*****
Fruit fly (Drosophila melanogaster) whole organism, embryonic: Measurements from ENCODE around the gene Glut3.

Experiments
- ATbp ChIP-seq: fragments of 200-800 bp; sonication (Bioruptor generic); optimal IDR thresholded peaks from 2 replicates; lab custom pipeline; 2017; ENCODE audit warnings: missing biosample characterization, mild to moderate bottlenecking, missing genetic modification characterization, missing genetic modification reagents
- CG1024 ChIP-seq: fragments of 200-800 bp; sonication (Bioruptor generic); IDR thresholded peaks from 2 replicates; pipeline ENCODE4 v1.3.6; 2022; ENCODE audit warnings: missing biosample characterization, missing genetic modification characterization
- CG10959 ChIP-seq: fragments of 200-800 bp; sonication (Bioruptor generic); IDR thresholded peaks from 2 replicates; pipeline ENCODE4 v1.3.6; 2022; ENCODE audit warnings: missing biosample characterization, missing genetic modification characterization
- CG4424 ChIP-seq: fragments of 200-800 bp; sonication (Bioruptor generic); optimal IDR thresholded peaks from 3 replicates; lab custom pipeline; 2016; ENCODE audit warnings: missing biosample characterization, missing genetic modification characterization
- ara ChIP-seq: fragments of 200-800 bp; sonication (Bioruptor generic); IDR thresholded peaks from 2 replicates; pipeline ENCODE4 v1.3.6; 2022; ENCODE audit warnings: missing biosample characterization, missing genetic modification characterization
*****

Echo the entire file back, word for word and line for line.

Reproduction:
Fruit fly (Drosophila melanogaster) whole organism, embryonic: Measurements from ENCODE around the gene Glut3.

Experiments
- ATbp ChIP-seq: fragments of 200-800 bp; sonication (Bioruptor generic); optimal IDR thresholded peaks from 2 replicates; lab custom pipeline; 2017; ENCODE audit warnings: missing biosample characterization, mild to moderate bottlenecking, missing genetic modification characterization, missing genetic modification reagents
- CG1024 ChIP-seq: fragments of 200-800 bp; sonication (Bioruptor generic); IDR thresholded peaks from 2 replicates; pipeline ENCODE4 v1.3.6; 2022; ENCODE audit warnings: missing biosample characterization, missing genetic modification characterization
- CG10959 ChIP-seq: fragments of 200-800 bp; sonication (Bioruptor generic); IDR thresholded peaks from 2 replicates; pipeline ENCODE4 v1.3.6; 2022; ENCODE audit warnings: missing biosample characterization, missing genetic modification characterization
- CG4424 ChIP-seq: fragments of 200-800 bp; sonication (Bioruptor generic); optimal IDR thresholded peaks from 3 replicates; lab custom pipeline; 2016; ENCODE audit warnings: missing biosample characterization, missing genetic modification characterization
- ara ChIP-seq: fragments of 200-800 bp; sonication (Bioruptor generic); IDR thresholded peaks from 2 replicates; pipeline ENCODE4 v1.3.6; 2022; ENCODE audit warnings: missing biosample characterization, missing genetic modification characterization